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The cost of complaints and dealing with serial complainers.
The federation of small businesses recently released a report showing that seven hours a month on average are now spent dealing with complaints. Most of which are believed to be brought forward by serial complainers. A select group of people who repeatedly complain about services and products, often pushing for compensation or threatening legal action if they feel their problem has not been adequately dealt with or solved.
The British once associated with their stiff upper lip and grit are fast becoming branded as a bunch of whiners. We quickly embraced the compensation culture that has rapidly evolved in the last decade and it seems our expectations have become a little high, to say the least. The compensation injury industry has experienced a boom in profits over the last decade as well as new specialists in this field starting up legal practices at an ever increasing rate.
But just what does this mean for business and the economy, is it a beneficial move or a detrimental one? Should we be saluting the serial complainers for their dedication to good service or are they people who are just after a free meal or product and are little more then con artists?
The argument against.
Serial complainers or rouge customers as there known in certain circles are starting to cause those in the industry of service, manufacture and retail to feel more then a little uncomfortable.
So much so in fact that there is a movement to be able to place complaints against customers, or appeal a complaint in a bid to protect themselves and their companies.
There are also groups of small business owners, coming together to share data and information on persistent and difficult customers, in effect to track them, in an attempt to prevent any problems that may occur if the serial offender does decide to file a complaint.
Preventative measures are also being put in place, like photographic evidence, product and service checks as well as staff witness statements, to prove that any potential complaint will be unjustified and quickly dismissed.
The argument for.
However on the other hand we do have to look at our service industries now days and how they compare to that of the past.
Businesses were once run by local people running a local store. Now big business shows millions of pounds worth of turnover, with huge profit margins and it's all become a bit faceless.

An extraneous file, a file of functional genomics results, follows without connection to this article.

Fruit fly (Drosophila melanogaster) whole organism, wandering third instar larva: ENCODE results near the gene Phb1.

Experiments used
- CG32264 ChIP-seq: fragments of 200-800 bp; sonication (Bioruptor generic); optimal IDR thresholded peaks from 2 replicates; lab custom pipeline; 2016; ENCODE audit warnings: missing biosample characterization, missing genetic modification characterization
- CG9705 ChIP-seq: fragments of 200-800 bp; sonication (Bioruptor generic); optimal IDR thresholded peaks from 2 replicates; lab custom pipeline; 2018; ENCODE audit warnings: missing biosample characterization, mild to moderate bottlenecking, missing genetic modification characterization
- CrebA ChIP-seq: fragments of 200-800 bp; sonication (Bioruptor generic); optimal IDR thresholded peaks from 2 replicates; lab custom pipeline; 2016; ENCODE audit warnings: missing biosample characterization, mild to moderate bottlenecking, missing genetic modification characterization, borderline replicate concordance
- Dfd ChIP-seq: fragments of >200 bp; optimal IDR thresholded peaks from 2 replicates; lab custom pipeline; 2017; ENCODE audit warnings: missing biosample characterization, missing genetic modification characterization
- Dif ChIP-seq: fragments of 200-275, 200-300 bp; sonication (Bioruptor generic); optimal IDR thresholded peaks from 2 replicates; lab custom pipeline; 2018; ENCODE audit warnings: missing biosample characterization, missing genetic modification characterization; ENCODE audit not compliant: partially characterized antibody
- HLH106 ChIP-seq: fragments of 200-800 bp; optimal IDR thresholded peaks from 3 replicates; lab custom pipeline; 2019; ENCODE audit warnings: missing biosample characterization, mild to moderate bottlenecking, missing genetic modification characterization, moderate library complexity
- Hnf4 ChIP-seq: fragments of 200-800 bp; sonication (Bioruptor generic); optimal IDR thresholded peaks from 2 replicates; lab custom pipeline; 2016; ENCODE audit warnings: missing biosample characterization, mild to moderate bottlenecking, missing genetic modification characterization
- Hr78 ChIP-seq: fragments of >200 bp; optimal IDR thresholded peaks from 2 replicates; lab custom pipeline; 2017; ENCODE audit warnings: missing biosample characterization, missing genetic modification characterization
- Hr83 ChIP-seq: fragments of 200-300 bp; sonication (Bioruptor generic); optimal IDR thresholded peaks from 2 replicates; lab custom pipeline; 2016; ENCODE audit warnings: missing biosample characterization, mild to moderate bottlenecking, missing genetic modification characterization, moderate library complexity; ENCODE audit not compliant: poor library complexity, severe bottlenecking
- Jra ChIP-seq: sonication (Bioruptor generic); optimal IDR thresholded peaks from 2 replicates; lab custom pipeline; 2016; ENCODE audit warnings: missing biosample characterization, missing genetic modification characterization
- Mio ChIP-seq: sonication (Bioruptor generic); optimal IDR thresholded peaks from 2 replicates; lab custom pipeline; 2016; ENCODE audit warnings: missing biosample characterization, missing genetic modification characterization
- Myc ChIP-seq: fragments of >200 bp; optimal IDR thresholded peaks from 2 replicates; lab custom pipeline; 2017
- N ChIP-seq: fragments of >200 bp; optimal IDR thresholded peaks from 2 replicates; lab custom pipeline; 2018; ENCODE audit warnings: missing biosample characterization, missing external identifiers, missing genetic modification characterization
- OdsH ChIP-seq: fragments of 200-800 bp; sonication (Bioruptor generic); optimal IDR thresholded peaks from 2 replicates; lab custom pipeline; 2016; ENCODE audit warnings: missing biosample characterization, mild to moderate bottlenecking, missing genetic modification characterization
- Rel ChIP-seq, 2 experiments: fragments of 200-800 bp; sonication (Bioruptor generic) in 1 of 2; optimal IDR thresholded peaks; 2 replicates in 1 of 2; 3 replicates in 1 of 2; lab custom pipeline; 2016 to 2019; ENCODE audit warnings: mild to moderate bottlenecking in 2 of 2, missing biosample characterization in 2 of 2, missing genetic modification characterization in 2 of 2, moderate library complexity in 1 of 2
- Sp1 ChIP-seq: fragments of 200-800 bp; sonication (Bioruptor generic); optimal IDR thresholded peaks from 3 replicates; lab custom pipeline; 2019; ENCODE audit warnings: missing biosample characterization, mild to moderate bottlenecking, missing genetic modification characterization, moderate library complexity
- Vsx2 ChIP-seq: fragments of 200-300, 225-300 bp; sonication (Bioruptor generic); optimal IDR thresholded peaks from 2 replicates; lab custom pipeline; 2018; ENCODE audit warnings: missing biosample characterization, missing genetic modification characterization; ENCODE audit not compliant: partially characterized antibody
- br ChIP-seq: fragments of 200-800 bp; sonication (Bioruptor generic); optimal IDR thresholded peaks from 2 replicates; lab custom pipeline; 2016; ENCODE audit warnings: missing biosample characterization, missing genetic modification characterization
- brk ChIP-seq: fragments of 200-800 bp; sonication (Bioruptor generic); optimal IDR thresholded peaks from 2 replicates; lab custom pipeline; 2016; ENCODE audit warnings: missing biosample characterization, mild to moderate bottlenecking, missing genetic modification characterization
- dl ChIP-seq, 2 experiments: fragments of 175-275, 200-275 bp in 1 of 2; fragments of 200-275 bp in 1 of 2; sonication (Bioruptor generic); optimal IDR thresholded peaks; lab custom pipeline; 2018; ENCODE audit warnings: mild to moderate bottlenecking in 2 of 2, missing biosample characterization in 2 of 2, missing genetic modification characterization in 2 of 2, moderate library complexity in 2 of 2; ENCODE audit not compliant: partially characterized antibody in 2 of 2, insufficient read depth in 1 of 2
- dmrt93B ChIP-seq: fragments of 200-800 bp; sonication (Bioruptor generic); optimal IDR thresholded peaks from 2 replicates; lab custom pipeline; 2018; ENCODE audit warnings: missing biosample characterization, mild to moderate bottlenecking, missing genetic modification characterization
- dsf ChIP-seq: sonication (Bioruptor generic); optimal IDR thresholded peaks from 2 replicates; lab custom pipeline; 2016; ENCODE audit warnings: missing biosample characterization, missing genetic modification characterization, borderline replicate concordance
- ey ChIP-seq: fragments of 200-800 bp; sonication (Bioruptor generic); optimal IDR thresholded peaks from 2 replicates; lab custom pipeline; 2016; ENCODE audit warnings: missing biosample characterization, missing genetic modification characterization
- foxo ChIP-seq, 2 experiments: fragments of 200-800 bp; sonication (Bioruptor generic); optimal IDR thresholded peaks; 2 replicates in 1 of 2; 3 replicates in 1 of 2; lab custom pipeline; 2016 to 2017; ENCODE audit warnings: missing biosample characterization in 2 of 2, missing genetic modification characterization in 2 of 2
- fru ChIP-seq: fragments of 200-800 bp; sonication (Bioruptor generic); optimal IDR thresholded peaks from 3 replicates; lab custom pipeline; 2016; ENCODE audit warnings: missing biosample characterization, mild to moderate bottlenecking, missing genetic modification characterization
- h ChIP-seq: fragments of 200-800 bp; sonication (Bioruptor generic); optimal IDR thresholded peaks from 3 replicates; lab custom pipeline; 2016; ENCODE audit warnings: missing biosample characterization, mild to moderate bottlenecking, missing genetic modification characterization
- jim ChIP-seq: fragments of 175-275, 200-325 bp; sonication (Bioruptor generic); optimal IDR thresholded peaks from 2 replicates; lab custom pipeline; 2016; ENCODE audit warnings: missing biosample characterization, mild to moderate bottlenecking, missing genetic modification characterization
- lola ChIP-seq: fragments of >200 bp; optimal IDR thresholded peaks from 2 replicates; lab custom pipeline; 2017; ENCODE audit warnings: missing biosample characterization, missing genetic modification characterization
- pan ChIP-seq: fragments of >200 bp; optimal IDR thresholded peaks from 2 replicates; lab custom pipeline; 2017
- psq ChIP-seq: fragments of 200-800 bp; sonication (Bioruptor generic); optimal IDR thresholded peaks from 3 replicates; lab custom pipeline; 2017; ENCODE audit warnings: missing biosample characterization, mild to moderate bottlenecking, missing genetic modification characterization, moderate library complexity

It's all slogans and motto's. Everything is about being cheap and selling fast. Back in the day your local shop keeper down the road would deliver your shopping for free, after all it was not very far and they used to take pride in their service. Where as now not only do you have to pay to get your shopping delivered, you can see a noticeable difference between that very good service, which is dwindling into extinction and the very poor service we are seeing more of today.
Job satisfaction is for the most part is practically non existent for the majority of the population. It's not a career choice, it's just a way of making money. More often then not there is no respect, attachment or loyalty to a company as an employee and this trickles through to the service.
Resentment and dissatisfaction is becoming ever more of a problem, resentment grows and ultimately the customers shopping experience is tarnished. They don't feel that their needs were adequately met and they feel they have a right to complain.
Those who regularly complain say that they do so to keep service standards high and to keep businesses striving to provide the best products and services.
Gone are the days of buyer beware and welcome to the age of seller beware.
Every year the government spend hundreds of thousands of pounds on consumer regulation and the employment of audits-man and audits-woman. The days of buyer beware are well and truly over and the age of seller beware is here.
Although there is clearly a need for complaints procedures to be in place, there does seem to be this evolving culture of entitlement. What we feel we deserve, what we believe our rights are as consumers.
Is it a case of the more we have the more we want and when do you know if something is not satisfactory or reasonable? Compensation claims are becoming not only common place but almost standard procedure what was once an accident is now a claim.
Worst of all it's the smaller businesses that seem to suffer the most, which is of course terribly unfair. As It's increasingly getting harder to compete with the supermarkets and other big business corporations.
Regulation and compensation leads to the cost of complaints reaching not just millions of pounds but billions of pounds!
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